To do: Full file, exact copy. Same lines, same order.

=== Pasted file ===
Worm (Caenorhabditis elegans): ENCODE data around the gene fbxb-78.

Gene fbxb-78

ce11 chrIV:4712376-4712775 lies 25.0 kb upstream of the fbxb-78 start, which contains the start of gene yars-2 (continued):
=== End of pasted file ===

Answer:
Worm (Caenorhabditis elegans): ENCODE data around the gene fbxb-78.

Gene fbxb-78

ce11 chrIV:4712376-4712775 lies 25.0 kb upstream of the fbxb-78 start, which contains the start of gene yars-2 (continued):